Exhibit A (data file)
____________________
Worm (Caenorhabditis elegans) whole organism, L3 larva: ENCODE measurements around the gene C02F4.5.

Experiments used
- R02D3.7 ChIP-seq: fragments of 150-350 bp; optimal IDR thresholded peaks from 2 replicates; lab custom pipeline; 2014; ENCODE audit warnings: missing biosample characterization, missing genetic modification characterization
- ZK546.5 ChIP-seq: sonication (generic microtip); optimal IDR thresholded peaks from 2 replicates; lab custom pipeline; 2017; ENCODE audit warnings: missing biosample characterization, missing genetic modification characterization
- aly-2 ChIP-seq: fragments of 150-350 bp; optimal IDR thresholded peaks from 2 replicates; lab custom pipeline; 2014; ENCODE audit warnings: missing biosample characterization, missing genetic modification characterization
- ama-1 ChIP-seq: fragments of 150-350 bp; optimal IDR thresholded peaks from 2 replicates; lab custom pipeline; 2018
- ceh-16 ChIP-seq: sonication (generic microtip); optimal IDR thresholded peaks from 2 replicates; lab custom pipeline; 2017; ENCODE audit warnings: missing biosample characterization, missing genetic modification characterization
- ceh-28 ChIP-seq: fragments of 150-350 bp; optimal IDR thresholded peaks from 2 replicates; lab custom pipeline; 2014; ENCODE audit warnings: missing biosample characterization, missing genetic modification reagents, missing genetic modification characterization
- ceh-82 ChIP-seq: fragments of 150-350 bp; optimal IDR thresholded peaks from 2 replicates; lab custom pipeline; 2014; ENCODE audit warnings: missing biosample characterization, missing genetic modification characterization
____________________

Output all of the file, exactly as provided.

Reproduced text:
Worm (Caenorhabditis elegans) whole organism, L3 larva: ENCODE measurements around the gene C02F4.5.

Experiments used
- R02D3.7 ChIP-seq: fragments of 150-350 bp; optimal IDR thresholded peaks from 2 replicates; lab custom pipeline; 2014; ENCODE audit warnings: missing biosample characterization, missing genetic modification characterization
- ZK546.5 ChIP-seq: sonication (generic microtip); optimal IDR thresholded peaks from 2 replicates; lab custom pipeline; 2017; ENCODE audit warnings: missing biosample characterization, missing genetic modification characterization
- aly-2 ChIP-seq: fragments of 150-350 bp; optimal IDR thresholded peaks from 2 replicates; lab custom pipeline; 2014; ENCODE audit warnings: missing biosample characterization, missing genetic modification characterization
- ama-1 ChIP-seq: fragments of 150-350 bp; optimal IDR thresholded peaks from 2 replicates; lab custom pipeline; 2018
- ceh-16 ChIP-seq: sonication (generic microtip); optimal IDR thresholded peaks from 2 replicates; lab custom pipeline; 2017; ENCODE audit warnings: missing biosample characterization, missing genetic modification characterization
- ceh-28 ChIP-seq: fragments of 150-350 bp; optimal IDR thresholded peaks from 2 replicates; lab custom pipeline; 2014; ENCODE audit warnings: missing biosample characterization, missing genetic modification reagents, missing genetic modification characterization
- ceh-82 ChIP-seq: fragments of 150-350 bp; optimal IDR thresholded peaks from 2 replicates; lab custom pipeline; 2014; ENCODE audit warnings: missing biosample characterization, missing genetic modification characterization